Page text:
It was amazing to think that anyone would travel 500 miles in a crude seat and an awkward sitting position, let alone race that way. Granted, the average speed that year was only about 75 miles an hour, but that’s pretty fast in rickety race car.
Fans of racing lore, like me, know the story of Ray Harroun’s victory well. In those days race cars carried both a driver, and a riding mechanic. The mechanic had many jobs, but high on the list was keeping track of the competition. Ray and his team decided they could save weight by making the car a single-seater. Of course that meant that Ray was on his own when it came to watching for other cars.
Thus was born the rear view mirror. It sat high on the cowling right in front of the driver on four spindly legs. According to racing legend, Ray got the idea from a mirror he’d seen mounted on a horse drawn carriage years before. Ironically, while it caused plenty of controversy, the mirror was actually a flop. Harroun later told speedway historian Donald Davidson that it shook so badly he couldn’t see a darn thing.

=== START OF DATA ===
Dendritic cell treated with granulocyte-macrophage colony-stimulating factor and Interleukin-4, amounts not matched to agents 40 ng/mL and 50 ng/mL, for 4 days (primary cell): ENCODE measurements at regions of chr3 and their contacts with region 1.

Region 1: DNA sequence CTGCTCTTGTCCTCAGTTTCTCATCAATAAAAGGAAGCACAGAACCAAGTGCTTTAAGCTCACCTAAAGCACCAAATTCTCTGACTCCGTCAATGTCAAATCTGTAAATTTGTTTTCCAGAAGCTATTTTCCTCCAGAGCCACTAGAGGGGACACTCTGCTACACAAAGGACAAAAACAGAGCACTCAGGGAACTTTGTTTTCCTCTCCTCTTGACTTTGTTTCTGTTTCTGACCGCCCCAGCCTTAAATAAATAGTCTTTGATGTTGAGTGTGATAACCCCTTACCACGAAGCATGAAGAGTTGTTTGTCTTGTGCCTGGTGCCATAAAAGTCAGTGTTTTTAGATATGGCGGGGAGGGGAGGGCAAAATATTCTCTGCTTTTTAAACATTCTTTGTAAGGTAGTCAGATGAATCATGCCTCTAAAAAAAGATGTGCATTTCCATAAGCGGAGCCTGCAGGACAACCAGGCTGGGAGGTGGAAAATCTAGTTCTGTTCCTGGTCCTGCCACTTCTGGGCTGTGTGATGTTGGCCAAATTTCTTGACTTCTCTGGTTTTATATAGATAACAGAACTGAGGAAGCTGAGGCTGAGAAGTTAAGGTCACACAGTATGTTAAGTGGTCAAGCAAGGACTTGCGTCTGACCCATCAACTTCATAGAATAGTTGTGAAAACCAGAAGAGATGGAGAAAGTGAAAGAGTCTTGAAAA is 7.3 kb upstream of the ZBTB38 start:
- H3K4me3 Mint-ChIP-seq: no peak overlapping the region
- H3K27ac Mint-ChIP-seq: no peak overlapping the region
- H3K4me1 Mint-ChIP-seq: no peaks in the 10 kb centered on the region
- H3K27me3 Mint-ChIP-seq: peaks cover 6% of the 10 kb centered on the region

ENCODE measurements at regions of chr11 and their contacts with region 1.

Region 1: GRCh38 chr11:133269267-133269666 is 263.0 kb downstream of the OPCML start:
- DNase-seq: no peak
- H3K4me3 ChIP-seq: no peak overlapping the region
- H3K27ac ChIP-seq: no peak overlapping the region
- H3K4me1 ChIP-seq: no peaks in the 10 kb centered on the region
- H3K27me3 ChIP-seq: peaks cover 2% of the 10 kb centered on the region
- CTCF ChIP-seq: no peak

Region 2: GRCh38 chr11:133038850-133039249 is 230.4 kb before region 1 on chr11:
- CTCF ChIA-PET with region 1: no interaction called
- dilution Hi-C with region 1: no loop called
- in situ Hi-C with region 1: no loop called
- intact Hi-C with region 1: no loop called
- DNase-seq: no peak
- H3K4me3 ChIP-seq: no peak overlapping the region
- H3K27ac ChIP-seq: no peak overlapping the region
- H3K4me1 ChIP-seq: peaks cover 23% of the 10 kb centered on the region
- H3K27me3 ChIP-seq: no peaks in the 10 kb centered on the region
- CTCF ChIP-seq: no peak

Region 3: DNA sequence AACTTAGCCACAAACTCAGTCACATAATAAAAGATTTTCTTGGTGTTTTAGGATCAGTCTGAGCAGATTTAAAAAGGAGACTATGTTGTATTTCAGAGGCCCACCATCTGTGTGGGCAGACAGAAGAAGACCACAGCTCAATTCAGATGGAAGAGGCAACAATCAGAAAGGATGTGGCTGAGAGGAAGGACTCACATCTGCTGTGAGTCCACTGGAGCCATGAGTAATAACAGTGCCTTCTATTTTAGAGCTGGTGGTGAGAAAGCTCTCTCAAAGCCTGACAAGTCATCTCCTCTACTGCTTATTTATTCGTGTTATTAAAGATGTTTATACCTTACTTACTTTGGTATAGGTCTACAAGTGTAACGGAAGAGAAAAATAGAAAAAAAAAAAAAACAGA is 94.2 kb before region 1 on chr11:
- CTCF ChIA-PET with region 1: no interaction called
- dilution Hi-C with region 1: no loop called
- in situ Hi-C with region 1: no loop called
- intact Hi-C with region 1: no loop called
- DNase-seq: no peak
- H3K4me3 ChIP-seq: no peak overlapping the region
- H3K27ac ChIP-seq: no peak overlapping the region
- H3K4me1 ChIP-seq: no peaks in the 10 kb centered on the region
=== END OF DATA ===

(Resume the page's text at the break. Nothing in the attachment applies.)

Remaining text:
Harroun wasn’t just another driver. He considered himself more of an engineer and was an important part of the crew that built the Wasp. He later went on to found the Harroun Car Company (which unfortunately folded in 1922). His simple invention didn’t change racing right away. Riding mechanics were the norm at the speedway until 1923. While they came back between 1930 and 1938, they’re usually a long forgotten part of racing history.
Technically, I guess we’d have to give credit to some horse drawn chauffeur who came up with the idea of using a mirror to keep track of what was coming from behind. But Harroun deserves his share of credit as the guy who put it on the automotive map. Even if it didn’t really help him much when it came to winning the first Indy 500.